recycling of pollution and the avoidance of agripesticides."
Mr. Woodward, who was responsible for drawing up the original
guidelines that set the parameters for the organic movement,
has said that the certification of salmon farming as organic,
was a "monumental symbol" of the way the principles
of organic production were being dumbed down.
Claims of the relaxing of key principles in the organic movement
come amid pressure from Sir Terry Leahy, the Tesco chief executive,
for the British organic movement to become more "professional".
Sir Terry said this week the failure of British producers to
keep up with demand for organic food meant he had to source 70%
of his organic range from abroad. The UK approach restricted
production, he said.
Mr Woodward said Sir Terry's remarks were akin to those made
by Justin King, the chief executive of Sainsbury's.
Yesterday the Soil Association confirmed that there was intensive
lobbying from supermarkets to drop standards. However, Patrick
Holden, the director of the Association has denied that it was
succumbing. "If anything we are getting more rigorous,"
he said. He went on to defend the move to certify salmon farming,
saying it was in the public interest for his organisation to
improve the industry, given that half the fish consumed in the
world was farmed.
In Britain 10 regulatory bodies certify organic farmers and
producers, but the minimum standards are drawn up by EU regulations
and controlled by the Department for Environment, Food and Rural
Mr Woodward said examples of "lowering standards"
were the large numbers of "derogations", or get-out
clauses, allowing farmers to be awarded organic licenses even
though they do not meet the correct standards. These include
the use of conventional feed for poultry, the continued practice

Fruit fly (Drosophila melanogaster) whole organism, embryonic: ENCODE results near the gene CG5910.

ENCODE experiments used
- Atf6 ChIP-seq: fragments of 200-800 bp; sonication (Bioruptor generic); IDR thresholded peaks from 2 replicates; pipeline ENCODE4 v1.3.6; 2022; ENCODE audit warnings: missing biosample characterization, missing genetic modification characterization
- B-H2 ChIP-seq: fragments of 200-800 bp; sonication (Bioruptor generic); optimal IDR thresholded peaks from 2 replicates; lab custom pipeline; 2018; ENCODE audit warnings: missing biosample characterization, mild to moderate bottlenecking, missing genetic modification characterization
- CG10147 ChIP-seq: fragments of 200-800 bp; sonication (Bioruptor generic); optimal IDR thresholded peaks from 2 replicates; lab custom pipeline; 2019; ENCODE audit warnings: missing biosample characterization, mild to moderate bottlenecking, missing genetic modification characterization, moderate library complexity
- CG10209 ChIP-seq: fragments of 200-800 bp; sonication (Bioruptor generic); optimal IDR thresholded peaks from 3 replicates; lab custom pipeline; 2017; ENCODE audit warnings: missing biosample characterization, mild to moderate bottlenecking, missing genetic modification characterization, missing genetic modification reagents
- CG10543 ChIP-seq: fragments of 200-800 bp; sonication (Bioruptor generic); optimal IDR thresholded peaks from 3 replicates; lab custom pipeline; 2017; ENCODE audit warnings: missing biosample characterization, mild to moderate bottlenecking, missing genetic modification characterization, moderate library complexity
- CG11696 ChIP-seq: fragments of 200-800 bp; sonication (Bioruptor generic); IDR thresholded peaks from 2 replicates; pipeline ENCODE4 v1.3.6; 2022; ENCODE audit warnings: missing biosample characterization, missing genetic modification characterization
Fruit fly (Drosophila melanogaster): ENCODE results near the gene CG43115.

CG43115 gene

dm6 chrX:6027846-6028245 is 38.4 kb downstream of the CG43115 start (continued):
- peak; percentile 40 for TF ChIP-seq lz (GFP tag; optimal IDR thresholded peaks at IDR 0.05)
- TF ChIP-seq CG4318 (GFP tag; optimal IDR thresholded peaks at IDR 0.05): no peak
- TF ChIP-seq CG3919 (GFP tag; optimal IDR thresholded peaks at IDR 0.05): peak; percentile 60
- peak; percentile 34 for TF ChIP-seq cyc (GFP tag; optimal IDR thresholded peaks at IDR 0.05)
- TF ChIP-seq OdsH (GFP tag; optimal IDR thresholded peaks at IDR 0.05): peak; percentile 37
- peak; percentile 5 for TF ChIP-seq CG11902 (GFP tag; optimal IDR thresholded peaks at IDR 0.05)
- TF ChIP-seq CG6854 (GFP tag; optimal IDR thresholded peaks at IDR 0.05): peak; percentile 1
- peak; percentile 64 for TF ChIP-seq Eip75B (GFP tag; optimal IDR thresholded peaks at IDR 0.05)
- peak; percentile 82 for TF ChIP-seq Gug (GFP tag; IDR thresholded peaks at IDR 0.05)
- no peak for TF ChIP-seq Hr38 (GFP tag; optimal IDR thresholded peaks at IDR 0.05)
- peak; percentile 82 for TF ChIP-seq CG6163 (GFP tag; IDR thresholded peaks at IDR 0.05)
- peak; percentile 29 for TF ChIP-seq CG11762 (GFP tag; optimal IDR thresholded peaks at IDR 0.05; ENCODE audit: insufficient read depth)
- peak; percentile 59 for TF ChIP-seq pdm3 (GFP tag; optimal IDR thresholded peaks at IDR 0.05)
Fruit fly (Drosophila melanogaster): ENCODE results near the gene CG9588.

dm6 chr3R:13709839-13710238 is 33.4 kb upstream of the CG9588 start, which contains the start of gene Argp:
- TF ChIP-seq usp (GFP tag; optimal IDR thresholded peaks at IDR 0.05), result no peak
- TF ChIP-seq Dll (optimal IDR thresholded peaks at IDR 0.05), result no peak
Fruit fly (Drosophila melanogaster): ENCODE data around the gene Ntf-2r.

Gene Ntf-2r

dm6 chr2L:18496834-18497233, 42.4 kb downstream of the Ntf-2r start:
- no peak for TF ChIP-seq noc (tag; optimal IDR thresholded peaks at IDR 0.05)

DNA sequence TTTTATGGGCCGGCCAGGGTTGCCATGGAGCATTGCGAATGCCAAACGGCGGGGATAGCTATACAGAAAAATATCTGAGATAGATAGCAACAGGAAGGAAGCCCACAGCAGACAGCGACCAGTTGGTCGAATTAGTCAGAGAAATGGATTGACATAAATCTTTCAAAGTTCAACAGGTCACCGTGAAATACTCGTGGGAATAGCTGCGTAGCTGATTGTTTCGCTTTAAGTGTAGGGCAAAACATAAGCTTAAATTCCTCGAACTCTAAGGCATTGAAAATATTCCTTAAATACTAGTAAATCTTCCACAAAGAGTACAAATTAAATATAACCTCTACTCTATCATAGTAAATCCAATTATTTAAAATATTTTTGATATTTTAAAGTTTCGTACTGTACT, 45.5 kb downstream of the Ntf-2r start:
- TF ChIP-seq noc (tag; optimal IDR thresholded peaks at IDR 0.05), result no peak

of slicing the beaks off chickens to prevent them mutilating
each other, and the sale of organic chicken from flocks of 2,000
and more, even though the association recommendation is 500.
Richard Jacobs, the director of Organic Farmers and Growers
Ltd, said: "What was a niche market is now becoming mainstream
and that requires that it is run in a commercial and professional
manner. I don't think that's the industrialisation of organics
or dumbing down. It is the realisation of a fast-growing market."
A spokesman for Sainsbury's denied that it was pressing for
a lowering of standards. A Tesco spokesman said: "It is
nonsense to suggest we are putting pressure on anyone to reduce
Thank you to the Guardian for this article.
Organic News Pages - Archives
Organic News Page
Urgent Talks Regarding Global Food Costs
UK CO2 Emissions Rise Faster Than EU Average
Fairtrade Shopping Revolution in the UK
News Page 2:
Ethical Air Freight of Organic Food
News Page 3:
Soil Association Organic Market Report -
Organic Food Sales Soar
News Page 4:
The Soil Association Organic Food Festival
Organic Awards - Winners Announced
Organic Milk and Cheese Sales Rise
News Page 5:
Is it on the Label?
M&S Turning Green
News Page 6:
Opinion Split over Organic Food
Organic Farmers etc Reply to Doubt Cast
Ethical Spending (eg. Organic Food) is at
an all Time High!! And has beaten Beer &
News Page 8:
Devon - Voted The No. 1 Organic County!
Soil Association at the National Fruit
News Page 9:
Launch of New Similac Organic Formula Milk
Supermarkets - Organic Friend or Foe?
The Importance of Locally Produced Food
So What's in a Name? - soorganic.co.uk tries
to fight leading brand for name...
Organic Food Growing Market
News Page 11:
Have an Organic Valentines Day
Organic Food Catching On
Raising Awareness of Organic Food
News Page 12:
Mothers and Babies - why you should eat
Local Farmers Markets Boom & Organic
Food Sales Grows by £2.3 Million a